1

In Treasure Island there is a description of Black Dog.

He was a pale, tallowy creature, wanting two fingers of the left hand, and though he wore a cutlass, he did not look much like a fighter.

What does the phrase wanting two fingers of the left hand mean?

Why did the Author not use "missing" or "without"?

  • 2
    Why? It sounds old-fashioned to me, a bit figurative, as though the hand really wanted two more fingers because it was ashamed next to the more filled out right hand. There's the proverb 'for want of a nail...' meaning a nail was lost. It's just how they said missing back then? – Mitch Apr 7 '17 at 13:22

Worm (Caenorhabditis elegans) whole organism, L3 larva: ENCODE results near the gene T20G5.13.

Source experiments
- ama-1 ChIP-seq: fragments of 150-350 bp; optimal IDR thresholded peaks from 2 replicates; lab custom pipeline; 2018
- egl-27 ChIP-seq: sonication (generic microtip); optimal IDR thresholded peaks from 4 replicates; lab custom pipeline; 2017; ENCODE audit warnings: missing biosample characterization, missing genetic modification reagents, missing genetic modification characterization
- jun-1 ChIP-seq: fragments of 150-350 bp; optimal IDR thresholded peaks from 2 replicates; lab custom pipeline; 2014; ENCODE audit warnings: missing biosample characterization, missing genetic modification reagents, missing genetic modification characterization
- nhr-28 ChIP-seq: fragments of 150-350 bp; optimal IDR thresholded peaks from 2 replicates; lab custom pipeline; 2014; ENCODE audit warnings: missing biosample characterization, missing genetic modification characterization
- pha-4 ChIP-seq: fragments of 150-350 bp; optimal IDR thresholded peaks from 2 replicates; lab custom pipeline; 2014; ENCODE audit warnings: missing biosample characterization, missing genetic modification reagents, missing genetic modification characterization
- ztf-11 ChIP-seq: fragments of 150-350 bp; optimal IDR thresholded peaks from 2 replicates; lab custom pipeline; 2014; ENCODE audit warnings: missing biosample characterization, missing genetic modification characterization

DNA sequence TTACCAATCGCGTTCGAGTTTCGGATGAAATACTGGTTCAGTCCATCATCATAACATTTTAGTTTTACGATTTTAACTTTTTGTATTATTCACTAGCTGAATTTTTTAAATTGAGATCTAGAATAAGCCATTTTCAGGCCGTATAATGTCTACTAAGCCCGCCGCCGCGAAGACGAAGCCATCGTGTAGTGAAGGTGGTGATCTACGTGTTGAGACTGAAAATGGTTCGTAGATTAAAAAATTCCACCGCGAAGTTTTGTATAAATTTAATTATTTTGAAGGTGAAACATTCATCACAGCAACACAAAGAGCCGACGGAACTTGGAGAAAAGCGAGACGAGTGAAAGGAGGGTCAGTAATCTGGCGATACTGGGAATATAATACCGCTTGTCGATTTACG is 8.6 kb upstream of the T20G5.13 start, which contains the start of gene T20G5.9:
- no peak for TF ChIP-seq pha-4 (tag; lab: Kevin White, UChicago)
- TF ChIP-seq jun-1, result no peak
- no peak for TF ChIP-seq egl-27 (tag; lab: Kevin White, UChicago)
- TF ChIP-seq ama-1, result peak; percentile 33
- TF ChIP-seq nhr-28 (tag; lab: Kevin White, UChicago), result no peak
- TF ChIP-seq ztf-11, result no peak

• Back then being 1881... – mplungjan Apr 7 '17 at 13:40
4

The word want is derived from the Old Norse vanta, which means "to lack."

The usage in your quote is a bit old yet quite familiar to readers of classic literature.

Should you consult a dictionary, you'll discover that the old meaning is still intact:

want

  1. to be without or be deficient in: to want judgment; to want knowledge.

http://www.dictionary.com/browse/want?s=t

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